Finally, it is a sensitive issue. Dwelling on the issue, making it a central concern & perhaps focusing on how they are not constitutional persons could be controversial.

But, the ruling did address it. They aren't constitutional persons and various reasons suggest as much. From this no justice has yet dissented. It is curious to say this is the "main problem."

Sam Rickless said...

@Joe: We may disagree about this, but I take the main argument of section IX to be the originalist (textual, if you prefer) argument, to the effect that 'person', as used in the Constitution, does not apply pre-natally. But even if you combine this argument with others, the result is not pretty.

Historical arguments are worthless. There was a long history of anti-miscegenation laws before Loving. Who cares?

Precedential arguments are also worthless when it comes to fundamental rights. If a fetus is the kind of being that has rights, then it shouldn't matter what some past instantiation of SCOTUS said.

Yes, it is relevant what the statute says. And Blackmun made some good points there. But saying that this particular anti-abortion statute is unconstitutional is not the same as saying that ALL anti-abortion statutes are unconstitutional. Texas had an inconsistent position on the statute and its justification. But it is easy to imagine a State defending the very same statute without inconsistency.

Finally, yes OF COURSE it is a sensitive issue. But it is the job of the Court not to shy away from sensitive issues. Equal rights for gays is a sensitive issue. Should the court stay away from the issue? Gun control legislation is a sensitive issue. Should the court stay away from that one too? SCOTUS needed to send a clear message about the moral status of fetuses, but Blackmun punted, citing controversy from religious and philosophical sources. What he and the rest of the Roe majority did was to attempt to close off discussion of the fetus's moral and constitutional status with a bunch of spurious arguments, the most important of which was shockingly originalist. In this way, what he did was not much different from what Justice Taney did in Dred Scott.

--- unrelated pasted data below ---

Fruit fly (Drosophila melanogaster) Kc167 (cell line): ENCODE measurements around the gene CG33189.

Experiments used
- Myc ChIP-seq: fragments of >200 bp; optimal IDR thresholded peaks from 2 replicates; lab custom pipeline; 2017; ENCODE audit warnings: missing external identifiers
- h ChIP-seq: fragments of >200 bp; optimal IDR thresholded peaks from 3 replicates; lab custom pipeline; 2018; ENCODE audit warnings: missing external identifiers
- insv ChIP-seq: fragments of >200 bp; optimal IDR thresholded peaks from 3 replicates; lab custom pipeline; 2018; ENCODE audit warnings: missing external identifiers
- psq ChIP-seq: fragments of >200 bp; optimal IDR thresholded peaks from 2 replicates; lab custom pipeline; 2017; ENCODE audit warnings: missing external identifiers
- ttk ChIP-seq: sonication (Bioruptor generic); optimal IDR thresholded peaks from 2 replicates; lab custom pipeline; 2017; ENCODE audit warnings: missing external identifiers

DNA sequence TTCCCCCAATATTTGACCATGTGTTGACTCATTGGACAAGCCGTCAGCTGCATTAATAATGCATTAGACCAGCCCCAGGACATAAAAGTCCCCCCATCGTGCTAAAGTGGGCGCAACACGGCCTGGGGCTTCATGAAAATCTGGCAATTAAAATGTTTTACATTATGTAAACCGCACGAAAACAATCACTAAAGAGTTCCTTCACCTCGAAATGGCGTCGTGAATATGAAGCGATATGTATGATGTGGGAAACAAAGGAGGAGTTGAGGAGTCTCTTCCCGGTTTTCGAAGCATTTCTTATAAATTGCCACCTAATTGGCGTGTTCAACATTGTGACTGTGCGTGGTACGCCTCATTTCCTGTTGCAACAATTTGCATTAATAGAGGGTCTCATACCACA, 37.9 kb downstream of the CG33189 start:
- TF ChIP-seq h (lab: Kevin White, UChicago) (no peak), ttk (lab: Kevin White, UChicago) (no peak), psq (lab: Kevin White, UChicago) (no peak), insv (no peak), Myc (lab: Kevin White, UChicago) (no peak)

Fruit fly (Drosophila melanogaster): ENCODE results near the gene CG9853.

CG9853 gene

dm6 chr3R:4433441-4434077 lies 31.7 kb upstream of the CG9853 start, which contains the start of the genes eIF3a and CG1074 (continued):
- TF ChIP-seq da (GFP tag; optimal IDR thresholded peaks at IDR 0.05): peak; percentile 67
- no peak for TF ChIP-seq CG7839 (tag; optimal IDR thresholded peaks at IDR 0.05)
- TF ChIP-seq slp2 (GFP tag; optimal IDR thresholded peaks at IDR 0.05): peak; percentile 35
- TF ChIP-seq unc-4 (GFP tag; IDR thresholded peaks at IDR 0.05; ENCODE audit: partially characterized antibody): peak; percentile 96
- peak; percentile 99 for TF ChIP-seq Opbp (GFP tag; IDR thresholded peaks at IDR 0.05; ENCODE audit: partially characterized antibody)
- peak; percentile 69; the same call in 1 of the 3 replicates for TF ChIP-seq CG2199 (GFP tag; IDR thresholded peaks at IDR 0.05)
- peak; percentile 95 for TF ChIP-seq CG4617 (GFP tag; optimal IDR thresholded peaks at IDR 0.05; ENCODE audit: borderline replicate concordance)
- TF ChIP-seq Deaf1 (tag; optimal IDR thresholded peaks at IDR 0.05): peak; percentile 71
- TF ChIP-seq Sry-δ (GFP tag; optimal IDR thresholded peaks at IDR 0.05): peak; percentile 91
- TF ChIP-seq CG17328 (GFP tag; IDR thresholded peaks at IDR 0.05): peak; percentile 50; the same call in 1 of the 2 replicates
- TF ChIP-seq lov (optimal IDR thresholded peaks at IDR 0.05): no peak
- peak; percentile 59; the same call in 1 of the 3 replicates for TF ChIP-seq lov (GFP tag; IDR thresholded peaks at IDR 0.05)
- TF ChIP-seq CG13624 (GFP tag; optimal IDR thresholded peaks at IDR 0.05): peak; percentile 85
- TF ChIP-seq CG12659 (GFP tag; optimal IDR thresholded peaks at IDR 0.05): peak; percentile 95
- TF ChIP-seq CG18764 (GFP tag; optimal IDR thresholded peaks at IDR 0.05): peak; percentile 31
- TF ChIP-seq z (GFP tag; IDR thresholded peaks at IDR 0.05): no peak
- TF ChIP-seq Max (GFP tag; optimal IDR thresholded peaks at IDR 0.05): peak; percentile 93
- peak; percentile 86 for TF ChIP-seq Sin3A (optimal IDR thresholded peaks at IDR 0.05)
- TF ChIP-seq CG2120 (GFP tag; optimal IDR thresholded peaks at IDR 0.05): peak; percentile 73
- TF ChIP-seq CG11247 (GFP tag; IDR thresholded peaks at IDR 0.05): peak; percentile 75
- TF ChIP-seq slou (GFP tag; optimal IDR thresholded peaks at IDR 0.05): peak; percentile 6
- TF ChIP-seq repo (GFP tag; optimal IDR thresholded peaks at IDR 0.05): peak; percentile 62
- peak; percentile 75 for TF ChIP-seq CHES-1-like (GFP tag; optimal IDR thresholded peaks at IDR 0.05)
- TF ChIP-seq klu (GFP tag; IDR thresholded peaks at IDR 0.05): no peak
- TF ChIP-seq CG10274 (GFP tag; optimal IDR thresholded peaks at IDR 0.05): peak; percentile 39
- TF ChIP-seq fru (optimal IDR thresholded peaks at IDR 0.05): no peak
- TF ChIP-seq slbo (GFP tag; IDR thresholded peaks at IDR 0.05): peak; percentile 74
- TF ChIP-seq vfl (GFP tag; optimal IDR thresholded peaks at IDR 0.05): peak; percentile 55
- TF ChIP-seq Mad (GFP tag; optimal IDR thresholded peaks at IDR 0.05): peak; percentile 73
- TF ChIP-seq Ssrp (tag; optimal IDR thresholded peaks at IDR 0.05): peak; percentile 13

Eventually SCOTUS is going to have to face the question of the fetus's moral status (think of the "fetal pain" statutes that are being enacted now), and it would have been better if Blackmun and his brethren had acknowledged this instead of pushing the issue under the rug.

The solution involves both philosophy and, potentially, embryology. We need to know what are the necessary and sufficient conditions for personhood, for being the bearer of rights, such as the right to life. This is a philosophical question. Then, assuming (as is likely) that the right answer to the philosophical question is that personhood requires the possession of certain sorts of capacities (such as consciousness and self-consciousness), the question then becomes whether the brain of a fetus is sufficiently developed (at this or that stage of the pregnancy) to sustain these capacities.

The idea that SCOTUS should punt on question of the fetus's moral personhood (via history, precedent, expectations-originalist baloney, or some combination of these) is no better than the idea that SCOTUS should punt on the question whether persons who are the descendants of slaves are moral persons.

I should say that I believe that a careful philosophical and scientific investigation of the question of moral personhood will reproduce something very like the very same results that Blackmun himself endorsed, using the manufactured and morally/constitutionally irrelevant criterion of "viability". Early term and mid term fetuses are pretty clearly not moral persons. Arguably, late term fetuses are persons (or much closer to being persons). This by itself explains why something like the trimester framework is appropriate.

Joe said...

Originalist and textualist is not the same thing. Use of the text and use of original understanding are two separate types of interpretation.